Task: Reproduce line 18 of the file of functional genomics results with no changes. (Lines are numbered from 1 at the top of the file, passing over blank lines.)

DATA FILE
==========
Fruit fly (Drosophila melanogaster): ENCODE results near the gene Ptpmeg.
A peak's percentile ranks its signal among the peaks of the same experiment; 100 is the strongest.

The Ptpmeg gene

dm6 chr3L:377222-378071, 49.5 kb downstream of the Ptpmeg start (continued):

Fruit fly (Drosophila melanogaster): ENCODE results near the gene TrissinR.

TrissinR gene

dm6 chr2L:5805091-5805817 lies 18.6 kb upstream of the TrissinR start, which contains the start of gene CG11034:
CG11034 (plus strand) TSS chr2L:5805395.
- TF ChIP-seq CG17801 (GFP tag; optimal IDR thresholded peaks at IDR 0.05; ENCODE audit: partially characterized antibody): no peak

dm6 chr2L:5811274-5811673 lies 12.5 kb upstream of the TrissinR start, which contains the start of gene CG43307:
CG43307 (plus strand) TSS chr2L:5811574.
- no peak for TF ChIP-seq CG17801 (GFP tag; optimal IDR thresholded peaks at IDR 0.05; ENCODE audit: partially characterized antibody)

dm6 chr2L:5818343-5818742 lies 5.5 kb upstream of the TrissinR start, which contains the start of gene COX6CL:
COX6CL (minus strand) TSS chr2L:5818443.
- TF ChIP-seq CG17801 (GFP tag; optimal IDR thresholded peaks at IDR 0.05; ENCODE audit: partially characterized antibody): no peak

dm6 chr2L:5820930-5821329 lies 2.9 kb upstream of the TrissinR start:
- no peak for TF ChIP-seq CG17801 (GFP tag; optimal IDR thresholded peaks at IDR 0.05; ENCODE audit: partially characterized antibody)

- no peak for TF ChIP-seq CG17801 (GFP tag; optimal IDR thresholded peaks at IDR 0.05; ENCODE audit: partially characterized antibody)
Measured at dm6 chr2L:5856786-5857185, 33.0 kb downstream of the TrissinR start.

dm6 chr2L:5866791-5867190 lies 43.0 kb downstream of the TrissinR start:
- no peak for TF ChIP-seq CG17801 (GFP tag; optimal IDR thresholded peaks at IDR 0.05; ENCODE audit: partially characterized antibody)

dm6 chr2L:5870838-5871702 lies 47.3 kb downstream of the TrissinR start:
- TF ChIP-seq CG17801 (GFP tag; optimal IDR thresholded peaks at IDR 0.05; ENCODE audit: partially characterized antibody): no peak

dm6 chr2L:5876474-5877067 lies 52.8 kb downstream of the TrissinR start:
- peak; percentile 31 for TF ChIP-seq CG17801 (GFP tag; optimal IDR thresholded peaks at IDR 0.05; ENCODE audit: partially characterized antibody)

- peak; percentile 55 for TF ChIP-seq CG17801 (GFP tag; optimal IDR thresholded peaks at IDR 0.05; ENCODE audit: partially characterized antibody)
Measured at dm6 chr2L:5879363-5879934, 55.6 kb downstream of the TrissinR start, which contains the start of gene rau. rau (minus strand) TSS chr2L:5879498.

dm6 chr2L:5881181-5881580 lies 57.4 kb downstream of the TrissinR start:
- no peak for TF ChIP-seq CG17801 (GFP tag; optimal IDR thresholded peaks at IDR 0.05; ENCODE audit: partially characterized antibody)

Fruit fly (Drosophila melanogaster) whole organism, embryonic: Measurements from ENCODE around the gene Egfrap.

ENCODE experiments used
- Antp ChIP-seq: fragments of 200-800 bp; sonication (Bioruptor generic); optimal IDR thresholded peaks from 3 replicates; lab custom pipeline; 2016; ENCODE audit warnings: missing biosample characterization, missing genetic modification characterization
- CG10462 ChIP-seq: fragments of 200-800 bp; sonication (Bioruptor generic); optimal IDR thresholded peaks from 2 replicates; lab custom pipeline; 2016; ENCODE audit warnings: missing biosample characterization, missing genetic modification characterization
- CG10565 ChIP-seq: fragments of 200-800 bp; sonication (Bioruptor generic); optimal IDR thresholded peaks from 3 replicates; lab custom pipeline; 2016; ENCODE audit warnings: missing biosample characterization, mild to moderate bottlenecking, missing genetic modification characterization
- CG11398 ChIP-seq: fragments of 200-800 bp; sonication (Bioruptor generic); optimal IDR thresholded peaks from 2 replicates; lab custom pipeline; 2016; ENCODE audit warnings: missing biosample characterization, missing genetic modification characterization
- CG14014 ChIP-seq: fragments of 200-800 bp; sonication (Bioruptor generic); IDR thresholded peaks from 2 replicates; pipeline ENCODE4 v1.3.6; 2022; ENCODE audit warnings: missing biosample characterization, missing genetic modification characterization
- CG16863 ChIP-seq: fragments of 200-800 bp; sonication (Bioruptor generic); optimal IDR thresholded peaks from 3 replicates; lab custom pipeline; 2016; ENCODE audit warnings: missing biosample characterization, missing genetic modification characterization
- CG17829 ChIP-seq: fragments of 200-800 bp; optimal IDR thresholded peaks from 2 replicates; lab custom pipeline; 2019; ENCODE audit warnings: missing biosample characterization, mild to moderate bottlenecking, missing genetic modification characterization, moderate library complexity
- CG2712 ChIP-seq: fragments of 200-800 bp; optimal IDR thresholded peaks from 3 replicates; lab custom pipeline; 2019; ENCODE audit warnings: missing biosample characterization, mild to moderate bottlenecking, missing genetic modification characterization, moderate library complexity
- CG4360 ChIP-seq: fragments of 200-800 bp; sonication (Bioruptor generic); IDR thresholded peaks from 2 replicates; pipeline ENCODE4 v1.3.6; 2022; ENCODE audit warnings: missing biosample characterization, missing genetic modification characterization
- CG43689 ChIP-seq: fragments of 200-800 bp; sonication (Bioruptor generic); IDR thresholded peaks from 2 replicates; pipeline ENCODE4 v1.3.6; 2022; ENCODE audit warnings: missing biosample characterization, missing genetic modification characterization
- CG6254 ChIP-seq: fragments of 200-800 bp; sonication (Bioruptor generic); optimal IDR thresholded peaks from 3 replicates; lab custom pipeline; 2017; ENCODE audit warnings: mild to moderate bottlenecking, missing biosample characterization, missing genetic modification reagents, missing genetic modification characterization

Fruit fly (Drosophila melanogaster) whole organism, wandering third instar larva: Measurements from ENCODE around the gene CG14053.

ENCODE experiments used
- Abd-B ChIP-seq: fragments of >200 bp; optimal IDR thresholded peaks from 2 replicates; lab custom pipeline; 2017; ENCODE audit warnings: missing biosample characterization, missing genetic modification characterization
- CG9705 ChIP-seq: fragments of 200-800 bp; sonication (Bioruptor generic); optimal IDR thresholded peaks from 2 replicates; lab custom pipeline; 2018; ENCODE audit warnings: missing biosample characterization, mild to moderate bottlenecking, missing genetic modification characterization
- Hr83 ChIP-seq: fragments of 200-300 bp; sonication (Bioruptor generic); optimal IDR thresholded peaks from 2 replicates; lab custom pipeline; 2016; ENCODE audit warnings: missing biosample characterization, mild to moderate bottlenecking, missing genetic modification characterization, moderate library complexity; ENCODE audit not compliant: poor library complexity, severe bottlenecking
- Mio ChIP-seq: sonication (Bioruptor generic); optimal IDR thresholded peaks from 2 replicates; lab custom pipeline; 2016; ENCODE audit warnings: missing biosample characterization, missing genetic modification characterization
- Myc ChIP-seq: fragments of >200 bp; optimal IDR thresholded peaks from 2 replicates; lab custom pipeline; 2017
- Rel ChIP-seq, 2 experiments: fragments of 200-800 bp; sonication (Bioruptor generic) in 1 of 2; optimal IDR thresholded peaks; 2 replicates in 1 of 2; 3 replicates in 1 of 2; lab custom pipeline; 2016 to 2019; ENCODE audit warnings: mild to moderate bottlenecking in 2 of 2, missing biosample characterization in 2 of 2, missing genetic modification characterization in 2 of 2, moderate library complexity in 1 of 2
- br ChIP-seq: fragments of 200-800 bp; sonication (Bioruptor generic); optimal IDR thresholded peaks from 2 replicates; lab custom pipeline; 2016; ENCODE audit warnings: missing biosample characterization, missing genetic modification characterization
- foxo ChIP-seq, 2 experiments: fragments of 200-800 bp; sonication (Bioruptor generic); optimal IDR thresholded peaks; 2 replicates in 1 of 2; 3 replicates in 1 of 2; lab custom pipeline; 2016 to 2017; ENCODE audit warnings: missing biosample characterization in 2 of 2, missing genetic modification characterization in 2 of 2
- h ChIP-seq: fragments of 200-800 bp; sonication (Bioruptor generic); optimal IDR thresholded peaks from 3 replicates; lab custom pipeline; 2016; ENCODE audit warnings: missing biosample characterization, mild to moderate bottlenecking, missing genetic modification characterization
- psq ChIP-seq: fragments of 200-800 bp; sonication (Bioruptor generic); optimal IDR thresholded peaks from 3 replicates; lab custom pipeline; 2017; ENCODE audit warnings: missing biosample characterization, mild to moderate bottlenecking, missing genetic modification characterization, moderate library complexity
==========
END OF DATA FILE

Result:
- no peak for TF ChIP-seq CG17801 (GFP tag; optimal IDR thresholded peaks at IDR 0.05; ENCODE audit: partially characterized antibody)